In August, the US District Court for the District of Columbia issued its final decision in Bellion Spirits, LLC v. United States, Civ. No. 17-2538 (JEB). The Bellion case was brought by spirits company Bellion Spirits after the Alcohol and Tobacco Tax and Trade Bureau (TTB) refused to approve a series of health claims advanced by Bellion in connection with its vodka products. According to Bellion, the infusion of its vodka with a compound called NTX will mitigate the damage alcohol inflicts on human DNA.
In 2016, Bellion petitioned TTB to approve eight specific claims related to the NTX-infused vodka. After consulting with the federal Food & Drug Administration (FDA), in 2017 TTB rejected all eight claims. Bellion then brought suit, arguing that TTB's actions with respect to two of its claims were illegal and unconstitutional. Bellion's complaint advanced four counts alleging that:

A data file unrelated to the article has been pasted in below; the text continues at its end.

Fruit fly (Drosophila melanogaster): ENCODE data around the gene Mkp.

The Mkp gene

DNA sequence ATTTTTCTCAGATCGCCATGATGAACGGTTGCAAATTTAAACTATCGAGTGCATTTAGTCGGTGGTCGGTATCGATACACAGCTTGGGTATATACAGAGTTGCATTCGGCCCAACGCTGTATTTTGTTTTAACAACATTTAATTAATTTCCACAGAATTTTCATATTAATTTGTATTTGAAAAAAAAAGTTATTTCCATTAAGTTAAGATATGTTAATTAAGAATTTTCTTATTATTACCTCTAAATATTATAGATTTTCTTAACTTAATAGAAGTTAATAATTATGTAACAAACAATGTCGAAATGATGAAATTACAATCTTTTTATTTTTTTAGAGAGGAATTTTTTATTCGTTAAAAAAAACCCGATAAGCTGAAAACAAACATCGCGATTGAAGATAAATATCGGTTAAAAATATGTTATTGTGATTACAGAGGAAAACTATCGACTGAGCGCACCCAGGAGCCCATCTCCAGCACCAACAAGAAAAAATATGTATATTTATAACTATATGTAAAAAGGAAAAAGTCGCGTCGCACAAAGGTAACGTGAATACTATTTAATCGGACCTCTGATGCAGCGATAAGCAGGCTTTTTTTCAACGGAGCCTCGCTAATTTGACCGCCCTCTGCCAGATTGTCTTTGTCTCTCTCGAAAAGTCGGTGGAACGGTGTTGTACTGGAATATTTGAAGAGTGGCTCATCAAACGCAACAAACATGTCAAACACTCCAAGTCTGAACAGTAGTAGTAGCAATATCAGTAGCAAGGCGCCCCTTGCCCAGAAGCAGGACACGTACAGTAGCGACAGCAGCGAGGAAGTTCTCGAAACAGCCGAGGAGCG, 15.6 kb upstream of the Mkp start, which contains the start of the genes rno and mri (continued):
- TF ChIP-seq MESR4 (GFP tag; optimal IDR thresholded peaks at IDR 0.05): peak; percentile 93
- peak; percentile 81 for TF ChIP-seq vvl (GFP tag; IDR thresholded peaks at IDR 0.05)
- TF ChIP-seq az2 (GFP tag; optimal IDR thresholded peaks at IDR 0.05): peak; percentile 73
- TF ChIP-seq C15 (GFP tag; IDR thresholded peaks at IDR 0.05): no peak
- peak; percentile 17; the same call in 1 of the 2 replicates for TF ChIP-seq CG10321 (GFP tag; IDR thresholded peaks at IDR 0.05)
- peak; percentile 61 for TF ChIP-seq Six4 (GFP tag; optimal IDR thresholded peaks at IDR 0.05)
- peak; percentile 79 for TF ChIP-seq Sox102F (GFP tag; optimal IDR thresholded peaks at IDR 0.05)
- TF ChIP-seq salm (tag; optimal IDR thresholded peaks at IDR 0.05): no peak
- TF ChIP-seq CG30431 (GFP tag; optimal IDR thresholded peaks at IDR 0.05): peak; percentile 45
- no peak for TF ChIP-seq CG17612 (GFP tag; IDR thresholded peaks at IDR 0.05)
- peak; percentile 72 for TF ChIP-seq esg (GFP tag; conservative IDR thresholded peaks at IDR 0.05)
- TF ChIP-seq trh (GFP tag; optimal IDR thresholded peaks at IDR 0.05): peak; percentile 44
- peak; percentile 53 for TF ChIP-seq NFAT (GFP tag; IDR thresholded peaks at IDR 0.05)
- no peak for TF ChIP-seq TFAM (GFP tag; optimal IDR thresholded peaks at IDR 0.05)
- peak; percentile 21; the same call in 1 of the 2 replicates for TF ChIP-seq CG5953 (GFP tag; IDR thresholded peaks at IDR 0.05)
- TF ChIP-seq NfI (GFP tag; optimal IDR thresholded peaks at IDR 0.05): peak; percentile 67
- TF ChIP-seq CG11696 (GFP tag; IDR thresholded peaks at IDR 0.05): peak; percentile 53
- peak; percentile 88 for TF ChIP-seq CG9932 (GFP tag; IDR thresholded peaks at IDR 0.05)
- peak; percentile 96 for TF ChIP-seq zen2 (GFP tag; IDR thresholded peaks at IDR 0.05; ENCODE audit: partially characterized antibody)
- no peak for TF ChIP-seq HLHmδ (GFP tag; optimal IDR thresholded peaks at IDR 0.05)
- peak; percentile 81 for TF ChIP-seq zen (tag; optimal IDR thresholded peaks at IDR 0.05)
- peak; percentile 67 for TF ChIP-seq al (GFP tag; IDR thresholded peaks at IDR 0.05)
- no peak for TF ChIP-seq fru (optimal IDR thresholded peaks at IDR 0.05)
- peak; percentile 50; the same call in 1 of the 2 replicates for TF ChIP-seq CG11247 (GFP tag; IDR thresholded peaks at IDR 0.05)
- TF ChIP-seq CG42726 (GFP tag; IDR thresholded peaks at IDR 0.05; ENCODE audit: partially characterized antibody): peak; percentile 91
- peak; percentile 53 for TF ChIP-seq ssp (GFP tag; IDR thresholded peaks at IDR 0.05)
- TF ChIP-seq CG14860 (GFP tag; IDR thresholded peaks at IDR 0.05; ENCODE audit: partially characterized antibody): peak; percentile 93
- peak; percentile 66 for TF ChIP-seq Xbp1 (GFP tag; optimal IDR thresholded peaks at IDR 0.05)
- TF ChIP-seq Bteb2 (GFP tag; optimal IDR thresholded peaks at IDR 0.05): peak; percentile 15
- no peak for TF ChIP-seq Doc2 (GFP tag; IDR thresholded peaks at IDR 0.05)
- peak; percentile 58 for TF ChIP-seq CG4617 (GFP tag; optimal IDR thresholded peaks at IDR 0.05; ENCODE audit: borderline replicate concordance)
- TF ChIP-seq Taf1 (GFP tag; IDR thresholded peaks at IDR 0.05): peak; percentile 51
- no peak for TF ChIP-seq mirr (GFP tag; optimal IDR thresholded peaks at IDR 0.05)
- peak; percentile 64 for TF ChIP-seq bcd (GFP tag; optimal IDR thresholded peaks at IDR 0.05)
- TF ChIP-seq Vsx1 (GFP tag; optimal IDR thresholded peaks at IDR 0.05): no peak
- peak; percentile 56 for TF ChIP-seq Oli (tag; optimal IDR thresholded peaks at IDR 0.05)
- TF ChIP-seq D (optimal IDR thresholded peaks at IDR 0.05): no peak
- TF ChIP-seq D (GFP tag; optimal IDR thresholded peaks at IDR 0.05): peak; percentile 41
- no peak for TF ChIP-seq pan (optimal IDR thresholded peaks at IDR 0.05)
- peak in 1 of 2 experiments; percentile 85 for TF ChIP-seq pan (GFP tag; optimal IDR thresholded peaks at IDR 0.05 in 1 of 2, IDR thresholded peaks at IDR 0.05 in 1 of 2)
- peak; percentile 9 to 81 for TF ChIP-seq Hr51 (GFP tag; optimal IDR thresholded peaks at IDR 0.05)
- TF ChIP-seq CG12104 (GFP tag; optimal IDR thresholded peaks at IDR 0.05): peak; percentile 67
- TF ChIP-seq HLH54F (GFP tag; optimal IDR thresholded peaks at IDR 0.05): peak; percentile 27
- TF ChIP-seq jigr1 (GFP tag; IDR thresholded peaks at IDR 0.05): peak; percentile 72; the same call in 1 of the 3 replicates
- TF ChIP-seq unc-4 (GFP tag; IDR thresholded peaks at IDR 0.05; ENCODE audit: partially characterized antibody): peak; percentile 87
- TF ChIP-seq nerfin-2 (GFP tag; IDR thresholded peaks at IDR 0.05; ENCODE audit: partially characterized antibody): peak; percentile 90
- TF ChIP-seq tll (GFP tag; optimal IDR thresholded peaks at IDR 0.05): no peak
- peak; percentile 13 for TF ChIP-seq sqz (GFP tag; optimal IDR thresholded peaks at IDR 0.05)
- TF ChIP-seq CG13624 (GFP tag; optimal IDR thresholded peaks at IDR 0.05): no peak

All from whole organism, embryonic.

TTB impermissibly delegated authority to FDA by consulting with FDA during the petition process; TTB's rejection amounted to the suppression of "commercial speech" in violation of the First Amendment; TTB's process amounted to an unconstitutional prior restraint on speech in violation of the First Amendment; and TTB's health claims regulation was impermissibly vague in violation of the Due Process requirement of the Fifth Amendment. The District Court's August 2019 opinion granted summary judgement in favor of TTB. The lengthy and entertaining opinion makes a number of important points, summarized below:
On the all-important issue of the standard of review, the court acknowledged that while it reviews questions of law de novo, it would review TTB's factual determinations under the deferential "substantial-evidence" standard. Under this standard, the court does not re-weigh the evidence but upholds an agency's factual determination if substantial evidence supports that determination. TTB's relative lack of expertise on public health issueslike the health effects of alcoholand its decision to seek assistance from FDA do not alter the deferential review given to TTB's factual determinations. The court rejected Bellion's claim that TTB impermissibly delegated its authority under the Federal Alcohol Administration Act to FDA by consulting with and relying on FDA's evaluation of Bellion's scientific evidence. It explained that although TTB cannot delegate its decision-making to FDA, it did not do so here. TTB merely consulted with a fellow agency to obtain more...